I think it stems from my mom and dad. My mom was an addict and my dad an alcoholic. My mom quit her drugs and moved on. She got on with her life and was able to quit. My dad, not so much. He continues to drink to this day and is in complete denial about his drinking. So in my twisted little mind, I equated addict = good, alcoholic = bad. I remember times where I would be pulling a bottle of vodka out of the freezer because it had been a hard night at work, then freaking out because "I was just like my dad" and dumping the entire thing down the drain. I was always thinking about not "becoming my dad". But when the pills popped up, it was okay because A)they were prescribed to me B)I was in pain C)I was a nurse and so that made it acceptable.

    This past week has been a HUGE week for me....this realization has given me such newfound respect for the disease of addiction. I've had respect for it all along but not like this. The fact that I could have been in such denial about the alcoholic part of my disease for this long (I will celebrate 2 years June 30th, God willing) is simply amazing to me. I cannot even begin to count the times I've uttered the statement, "I'm not an alcoholic, but I could be". I've always readily admitted the addict part of me but could not bring myself to believe the alcoholic part. And now, I'm ready to shout it from the rooftops. Well, not quite the rooftops, but you get the idea. I just had to share with others who might understand the significance this has had on my recovery. It's big. Really big. And I'm grateful. Really grateful. It's wonderful to be here today and I'm glad to be a recovering alcoholic/addict!

  • Mar 26 '17

    In my state, she would be given the opportunity to report herself to the Board of Nursing, which would allow her to be put on a monitoring contract. This enables her to have a "clean record" with no disciplinary action taken against her license once she is finished with the contract. If a nurse does not report herself, that option is no longer there and they would be put on probation. Still have to do all the same things in the monitoring program but there would always be a report of disciplinary action. For example, a colleage of mine was put onto a probation contract wherease I reported myself. If you look up my name on the Board of Nursing website, there is no disciplinary action noted. If you look up his, it says "YES" in big red letters for disciplinary action and that will always be there.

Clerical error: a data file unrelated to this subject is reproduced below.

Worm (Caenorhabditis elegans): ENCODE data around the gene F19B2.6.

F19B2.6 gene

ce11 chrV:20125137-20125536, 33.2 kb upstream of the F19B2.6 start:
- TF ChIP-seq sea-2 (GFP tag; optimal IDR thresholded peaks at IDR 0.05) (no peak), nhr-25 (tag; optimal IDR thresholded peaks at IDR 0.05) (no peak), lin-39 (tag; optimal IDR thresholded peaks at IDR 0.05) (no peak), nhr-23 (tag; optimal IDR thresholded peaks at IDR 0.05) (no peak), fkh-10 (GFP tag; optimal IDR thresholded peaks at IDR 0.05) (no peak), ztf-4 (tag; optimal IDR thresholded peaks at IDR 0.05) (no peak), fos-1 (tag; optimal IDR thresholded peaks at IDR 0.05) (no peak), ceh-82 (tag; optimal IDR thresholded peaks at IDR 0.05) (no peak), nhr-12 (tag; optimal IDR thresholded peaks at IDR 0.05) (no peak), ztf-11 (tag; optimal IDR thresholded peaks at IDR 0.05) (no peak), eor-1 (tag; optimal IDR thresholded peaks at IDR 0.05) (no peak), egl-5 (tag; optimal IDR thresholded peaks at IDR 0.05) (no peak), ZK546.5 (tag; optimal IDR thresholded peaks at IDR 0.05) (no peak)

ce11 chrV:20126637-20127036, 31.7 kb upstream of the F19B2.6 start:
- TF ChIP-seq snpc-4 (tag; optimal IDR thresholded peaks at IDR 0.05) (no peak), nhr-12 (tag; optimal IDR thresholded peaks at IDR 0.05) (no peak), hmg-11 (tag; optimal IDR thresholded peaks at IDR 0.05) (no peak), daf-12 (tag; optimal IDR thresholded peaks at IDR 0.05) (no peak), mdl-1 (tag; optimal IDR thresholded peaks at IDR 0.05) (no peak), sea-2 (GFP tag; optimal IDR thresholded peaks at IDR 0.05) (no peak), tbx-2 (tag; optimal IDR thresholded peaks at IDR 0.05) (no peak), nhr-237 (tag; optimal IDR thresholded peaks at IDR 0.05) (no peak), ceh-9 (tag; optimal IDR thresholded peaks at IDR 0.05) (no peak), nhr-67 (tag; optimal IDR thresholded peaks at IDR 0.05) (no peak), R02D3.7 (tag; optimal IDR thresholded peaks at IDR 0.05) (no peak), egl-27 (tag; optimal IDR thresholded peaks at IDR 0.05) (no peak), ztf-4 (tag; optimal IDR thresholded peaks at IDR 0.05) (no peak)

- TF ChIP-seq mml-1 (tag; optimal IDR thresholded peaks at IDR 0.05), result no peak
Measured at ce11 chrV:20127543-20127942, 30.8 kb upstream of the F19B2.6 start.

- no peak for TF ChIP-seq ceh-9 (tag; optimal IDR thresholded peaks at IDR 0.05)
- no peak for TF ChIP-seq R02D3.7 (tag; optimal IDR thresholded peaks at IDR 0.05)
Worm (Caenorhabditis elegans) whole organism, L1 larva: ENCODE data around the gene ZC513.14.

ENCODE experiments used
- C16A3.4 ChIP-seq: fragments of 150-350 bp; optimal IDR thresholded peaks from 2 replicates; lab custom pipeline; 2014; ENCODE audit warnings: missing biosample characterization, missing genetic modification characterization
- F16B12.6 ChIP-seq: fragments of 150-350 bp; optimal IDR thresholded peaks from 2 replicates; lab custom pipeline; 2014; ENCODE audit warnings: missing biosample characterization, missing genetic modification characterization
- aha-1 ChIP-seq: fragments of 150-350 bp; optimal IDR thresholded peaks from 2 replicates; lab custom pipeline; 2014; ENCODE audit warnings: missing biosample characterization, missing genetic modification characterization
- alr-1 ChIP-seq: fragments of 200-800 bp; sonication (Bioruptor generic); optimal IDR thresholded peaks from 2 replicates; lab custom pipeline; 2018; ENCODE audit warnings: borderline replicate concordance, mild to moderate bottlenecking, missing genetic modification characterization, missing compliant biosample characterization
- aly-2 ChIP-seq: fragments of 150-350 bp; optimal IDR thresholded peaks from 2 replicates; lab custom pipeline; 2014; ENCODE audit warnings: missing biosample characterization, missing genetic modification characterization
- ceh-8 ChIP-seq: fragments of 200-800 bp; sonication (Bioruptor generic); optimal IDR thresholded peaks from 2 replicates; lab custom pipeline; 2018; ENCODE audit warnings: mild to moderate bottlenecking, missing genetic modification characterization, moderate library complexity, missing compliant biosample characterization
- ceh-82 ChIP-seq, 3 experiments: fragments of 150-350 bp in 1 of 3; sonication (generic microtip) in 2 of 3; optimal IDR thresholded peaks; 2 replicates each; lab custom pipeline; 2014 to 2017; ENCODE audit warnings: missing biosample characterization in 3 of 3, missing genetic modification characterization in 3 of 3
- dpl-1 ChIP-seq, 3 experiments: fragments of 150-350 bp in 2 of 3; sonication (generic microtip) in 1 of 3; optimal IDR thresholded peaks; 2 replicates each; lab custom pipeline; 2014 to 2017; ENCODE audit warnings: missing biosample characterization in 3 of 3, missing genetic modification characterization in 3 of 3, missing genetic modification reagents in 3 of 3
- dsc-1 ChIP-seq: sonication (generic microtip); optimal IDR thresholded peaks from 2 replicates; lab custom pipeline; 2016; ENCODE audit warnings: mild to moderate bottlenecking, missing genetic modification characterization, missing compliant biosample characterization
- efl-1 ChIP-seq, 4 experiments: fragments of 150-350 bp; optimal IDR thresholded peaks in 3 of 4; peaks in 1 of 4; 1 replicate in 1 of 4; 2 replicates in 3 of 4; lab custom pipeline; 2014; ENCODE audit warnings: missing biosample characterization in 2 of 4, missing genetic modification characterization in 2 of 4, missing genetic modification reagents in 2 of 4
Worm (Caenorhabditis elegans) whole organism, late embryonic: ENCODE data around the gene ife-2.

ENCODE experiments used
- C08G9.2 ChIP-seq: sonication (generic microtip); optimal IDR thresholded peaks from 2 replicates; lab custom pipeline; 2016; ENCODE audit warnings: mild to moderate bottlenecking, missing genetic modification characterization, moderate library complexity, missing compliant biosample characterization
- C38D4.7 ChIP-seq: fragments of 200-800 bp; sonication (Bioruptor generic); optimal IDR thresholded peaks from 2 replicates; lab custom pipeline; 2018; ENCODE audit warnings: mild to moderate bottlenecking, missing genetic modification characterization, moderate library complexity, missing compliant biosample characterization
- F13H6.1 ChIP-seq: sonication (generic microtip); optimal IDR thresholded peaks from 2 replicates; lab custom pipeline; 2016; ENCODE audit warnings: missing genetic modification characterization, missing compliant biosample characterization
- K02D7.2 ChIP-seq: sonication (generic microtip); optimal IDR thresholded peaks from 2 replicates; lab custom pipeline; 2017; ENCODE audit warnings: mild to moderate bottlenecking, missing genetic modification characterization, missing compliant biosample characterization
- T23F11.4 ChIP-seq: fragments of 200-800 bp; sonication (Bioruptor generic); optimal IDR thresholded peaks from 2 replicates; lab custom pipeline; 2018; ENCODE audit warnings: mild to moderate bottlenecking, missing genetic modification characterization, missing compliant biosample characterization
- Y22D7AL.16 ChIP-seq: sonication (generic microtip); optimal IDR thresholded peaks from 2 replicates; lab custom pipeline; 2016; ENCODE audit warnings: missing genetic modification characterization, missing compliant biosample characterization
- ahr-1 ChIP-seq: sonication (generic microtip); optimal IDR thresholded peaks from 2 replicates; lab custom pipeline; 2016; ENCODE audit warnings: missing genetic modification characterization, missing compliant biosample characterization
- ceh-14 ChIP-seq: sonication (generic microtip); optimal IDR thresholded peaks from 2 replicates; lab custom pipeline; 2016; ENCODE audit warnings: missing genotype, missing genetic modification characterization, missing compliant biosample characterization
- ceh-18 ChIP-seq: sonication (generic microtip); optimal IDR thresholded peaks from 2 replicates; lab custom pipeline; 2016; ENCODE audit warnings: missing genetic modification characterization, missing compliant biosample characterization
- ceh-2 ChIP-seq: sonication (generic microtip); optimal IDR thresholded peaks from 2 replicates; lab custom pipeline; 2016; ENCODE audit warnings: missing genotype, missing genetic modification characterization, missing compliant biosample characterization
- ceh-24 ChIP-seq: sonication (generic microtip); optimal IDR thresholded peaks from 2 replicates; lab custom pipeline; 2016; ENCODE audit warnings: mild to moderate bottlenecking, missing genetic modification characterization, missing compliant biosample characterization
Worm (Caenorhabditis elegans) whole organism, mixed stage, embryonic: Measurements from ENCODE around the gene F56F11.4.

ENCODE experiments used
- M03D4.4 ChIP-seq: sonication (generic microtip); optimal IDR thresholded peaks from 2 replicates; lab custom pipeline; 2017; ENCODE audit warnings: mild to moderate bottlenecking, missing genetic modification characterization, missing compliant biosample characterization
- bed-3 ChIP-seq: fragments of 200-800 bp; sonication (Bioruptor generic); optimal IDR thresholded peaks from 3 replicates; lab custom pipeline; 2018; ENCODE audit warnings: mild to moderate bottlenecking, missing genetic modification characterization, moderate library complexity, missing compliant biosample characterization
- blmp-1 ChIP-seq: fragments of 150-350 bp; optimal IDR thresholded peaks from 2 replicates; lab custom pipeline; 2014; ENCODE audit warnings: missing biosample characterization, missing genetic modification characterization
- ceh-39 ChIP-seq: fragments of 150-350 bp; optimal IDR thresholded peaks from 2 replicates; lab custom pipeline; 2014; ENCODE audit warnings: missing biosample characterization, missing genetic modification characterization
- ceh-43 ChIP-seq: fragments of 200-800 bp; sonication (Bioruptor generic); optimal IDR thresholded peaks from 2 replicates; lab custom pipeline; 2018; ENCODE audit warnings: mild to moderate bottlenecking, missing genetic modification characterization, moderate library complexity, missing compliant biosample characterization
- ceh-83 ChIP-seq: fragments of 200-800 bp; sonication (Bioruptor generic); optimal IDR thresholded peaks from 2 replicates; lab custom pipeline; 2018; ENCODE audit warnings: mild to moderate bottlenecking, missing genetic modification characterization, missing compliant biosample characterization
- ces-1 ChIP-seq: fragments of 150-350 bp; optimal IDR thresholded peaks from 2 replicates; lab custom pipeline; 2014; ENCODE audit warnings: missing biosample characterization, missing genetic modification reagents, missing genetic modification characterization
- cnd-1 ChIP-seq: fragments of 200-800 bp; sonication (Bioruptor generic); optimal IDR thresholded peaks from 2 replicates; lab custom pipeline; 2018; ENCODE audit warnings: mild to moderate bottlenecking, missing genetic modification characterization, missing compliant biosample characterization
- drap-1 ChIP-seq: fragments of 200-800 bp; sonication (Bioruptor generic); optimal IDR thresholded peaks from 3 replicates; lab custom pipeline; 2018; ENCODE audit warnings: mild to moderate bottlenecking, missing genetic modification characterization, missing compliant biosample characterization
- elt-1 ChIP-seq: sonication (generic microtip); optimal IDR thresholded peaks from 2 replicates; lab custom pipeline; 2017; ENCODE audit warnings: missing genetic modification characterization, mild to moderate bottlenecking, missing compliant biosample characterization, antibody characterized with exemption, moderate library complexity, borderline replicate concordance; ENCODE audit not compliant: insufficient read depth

That being said, each state is different. In my state, the Board handles all the disclipinary action and the monitoring. Some states utilize a separate entity, such as Texas. I went through treatment, intensive outpatient, then a year of Aftercare. I also did individual counseling, attend a nurse support group once a week, and call in daily for random drug/alcohol testing (and am tested about once a month).

    I am surprised she was still over the legal limit (she shouldn't have had ANY alcohol in her system prior to going to work) when she went to work....she must have consumed a fair amount of alcohol. I would ask where her judgement was being a nurse and drinking prior to going to work. I did much worse but then again, I was active in my disease and my brain was not working clearly = ) Now that I'm in recovery, I would never make those same decisions. Being put into the monitoring program has been one of the best things that ever happened to me. I was introduced to AA and the program of recovery, which has enabled me to be free from depression for the first time in my life (without the aid of medication). I sleep better, I lose my temper less, and I'm a better wife, mother, nurse, and all around person. I know not everyone feels that way about their state's monitoring program but I feel blessed that they were there to push me into discovering my issues with alcohol and other substances (pills especially). I hope everything turns out well for your daughter.